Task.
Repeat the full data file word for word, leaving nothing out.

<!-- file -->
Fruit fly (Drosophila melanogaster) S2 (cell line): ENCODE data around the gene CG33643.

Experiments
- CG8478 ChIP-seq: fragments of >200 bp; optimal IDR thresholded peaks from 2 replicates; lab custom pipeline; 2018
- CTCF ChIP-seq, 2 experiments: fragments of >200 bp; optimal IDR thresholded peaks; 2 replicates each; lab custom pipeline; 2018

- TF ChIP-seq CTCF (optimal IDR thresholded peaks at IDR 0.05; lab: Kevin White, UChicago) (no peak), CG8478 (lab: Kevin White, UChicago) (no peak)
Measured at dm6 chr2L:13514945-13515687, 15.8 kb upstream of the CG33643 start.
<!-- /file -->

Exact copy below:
Fruit fly (Drosophila melanogaster) S2 (cell line): ENCODE data around the gene CG33643.

Experiments
- CG8478 ChIP-seq: fragments of >200 bp; optimal IDR thresholded peaks from 2 replicates; lab custom pipeline; 2018
- CTCF ChIP-seq, 2 experiments: fragments of >200 bp; optimal IDR thresholded peaks; 2 replicates each; lab custom pipeline; 2018

- TF ChIP-seq CTCF (optimal IDR thresholded peaks at IDR 0.05; lab: Kevin White, UChicago) (no peak), CG8478 (lab: Kevin White, UChicago) (no peak)
Measured at dm6 chr2L:13514945-13515687, 15.8 kb upstream of the CG33643 start.